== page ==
نوع مقاله : مقاله مروری
دانشیار زبان و ادبیات فارسی دانشگاه مازندران، بابلسر، ایران
عنوان مقاله [English]
In many studies, the philosophical hermeneutics of Gadamer has been contrasted with Derrida’s deconstruction so as to emphasize their differences and oppositions. Pointing out the conceptual congruence between these two important contemporary interpretative currents, the present study, while acknowledging the differences in the works and writings of Gadamer and Derrida, empathetically attempts to reflect on the similarity and convergence of the singularities of their thought. Therefore, this paper discusses and explores Gadamer’s and Derrida’s views on concepts such as language and sign, truth and meaning, interpretation, and method, and attempts to show that the two thinkers come together in terms of intellectual relations, as illustrated by principles such as: Being is divisive and different in itself, the rejection of the transcendental signified, the emergence of the most self-sufficient language in writing, the risk of the creation of ambiguity and deception by speech and writing, the disbelief in a unified interpretation and truth, the concrete, and fluid nature of understanding, the creation of meaning, and the rejection of method. Thus, this study attempts to rectify some of the common theoretical misconceptions about philosophical hermeneutics and deconstruction.
Philosophical hermeneutics mainly deals with descriptions of understanding. Derrida’s deconstruction is predominantly aimed at the critique of self-consciousness in the tradition of Western philosophy. In the presence/absence binary opposition, Derrida pays more attention to absence and draws upon deconstruction to investigate presence and absence in the process of reading a text. Most studies on the philosophical hermeneutics and deconstruction focus on the differences between these two traditions. However, the present study examines the similarities between them based on the assumption that their critical views on metaphysical concepts concerning truth, meaning and method, complete each other.
The present paper examines the differences and similarities between the ideas of Derrida and Gadamer on important concepts such as language and sign, truth and meaning, and interpretation and method in order to offer a more comprehensive understanding of these concepts.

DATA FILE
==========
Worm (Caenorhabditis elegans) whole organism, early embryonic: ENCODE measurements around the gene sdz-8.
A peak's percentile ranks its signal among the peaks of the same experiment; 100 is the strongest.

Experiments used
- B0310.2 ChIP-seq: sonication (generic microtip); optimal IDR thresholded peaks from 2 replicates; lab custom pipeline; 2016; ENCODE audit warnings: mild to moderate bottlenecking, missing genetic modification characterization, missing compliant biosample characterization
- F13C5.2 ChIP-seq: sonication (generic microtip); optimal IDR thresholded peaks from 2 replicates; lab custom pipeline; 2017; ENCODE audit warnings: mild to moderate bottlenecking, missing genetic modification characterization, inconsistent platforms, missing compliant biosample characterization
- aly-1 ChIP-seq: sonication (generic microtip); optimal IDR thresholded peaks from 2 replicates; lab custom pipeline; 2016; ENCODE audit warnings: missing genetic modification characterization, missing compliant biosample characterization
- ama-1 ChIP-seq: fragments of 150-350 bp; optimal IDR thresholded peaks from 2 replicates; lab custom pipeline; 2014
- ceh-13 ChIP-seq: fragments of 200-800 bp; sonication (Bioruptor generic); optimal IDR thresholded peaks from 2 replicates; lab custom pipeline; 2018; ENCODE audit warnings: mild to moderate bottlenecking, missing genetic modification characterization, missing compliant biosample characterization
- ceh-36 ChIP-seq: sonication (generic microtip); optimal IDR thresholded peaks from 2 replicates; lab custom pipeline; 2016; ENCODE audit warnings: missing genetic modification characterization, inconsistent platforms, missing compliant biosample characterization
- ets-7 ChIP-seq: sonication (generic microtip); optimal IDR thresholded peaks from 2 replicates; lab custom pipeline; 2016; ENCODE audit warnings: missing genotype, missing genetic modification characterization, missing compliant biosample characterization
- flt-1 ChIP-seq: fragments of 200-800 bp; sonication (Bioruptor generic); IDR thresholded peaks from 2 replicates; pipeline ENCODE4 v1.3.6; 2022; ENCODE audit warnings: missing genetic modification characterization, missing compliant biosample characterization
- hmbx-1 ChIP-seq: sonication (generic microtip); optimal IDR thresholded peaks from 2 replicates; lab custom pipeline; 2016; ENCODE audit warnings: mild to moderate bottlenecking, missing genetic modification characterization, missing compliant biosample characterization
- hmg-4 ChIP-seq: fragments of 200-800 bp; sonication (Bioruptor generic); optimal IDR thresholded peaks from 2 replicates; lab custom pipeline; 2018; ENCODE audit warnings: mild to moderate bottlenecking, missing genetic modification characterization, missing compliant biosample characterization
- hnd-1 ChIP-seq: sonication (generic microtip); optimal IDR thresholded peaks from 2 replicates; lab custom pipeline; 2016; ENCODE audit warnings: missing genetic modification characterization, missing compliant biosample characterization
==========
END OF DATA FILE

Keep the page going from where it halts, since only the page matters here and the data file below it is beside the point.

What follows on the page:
The present article utilizes the descriptive-analytical approach to study and compare the ideas of Gamader and Derrida on interpretation.
Discussion and Analysis
Derrida analyzed language as system of signs and disconnected signifiers and considers the signifier and the signified separate. However, Gadamer believes that language is more than a system of signs, and the signifier and the signified are inseparable. About the concepts of truth and meaning, Gadamer and Derrida both believe in the creation of meaning rather than figuring it out. Derrida believes that there is no single truth, and meanings develop in endless interactions between signifiers, resulting in the cycle of meaning being constantly active. Gadamer holds that the text is diachronic and a complete, absolute meaning can never be identified for it because the understanding of a text is a historical event. Gadamer is mainly concerned with describing what happens in the act of understanding rather than offering a method for understanding. Likewise, Derrida avoids offering a method for understanding and questions the application of deconstruction as a literary approach.
Despite differences, Gadamer and Derrida have considerable similarities regarding language and text. The findings of the present study show that deconstruction is in many ways in line with hermeneutics rather than against it. The analysis of the ideas of Gadamer and Derrida on concepts such as truth, meaning and interpretation shows that the Derridean deconstruction does not aim to negate truth, meaning and interpretation but is rather in some respects close to the ideas of Gadamer.
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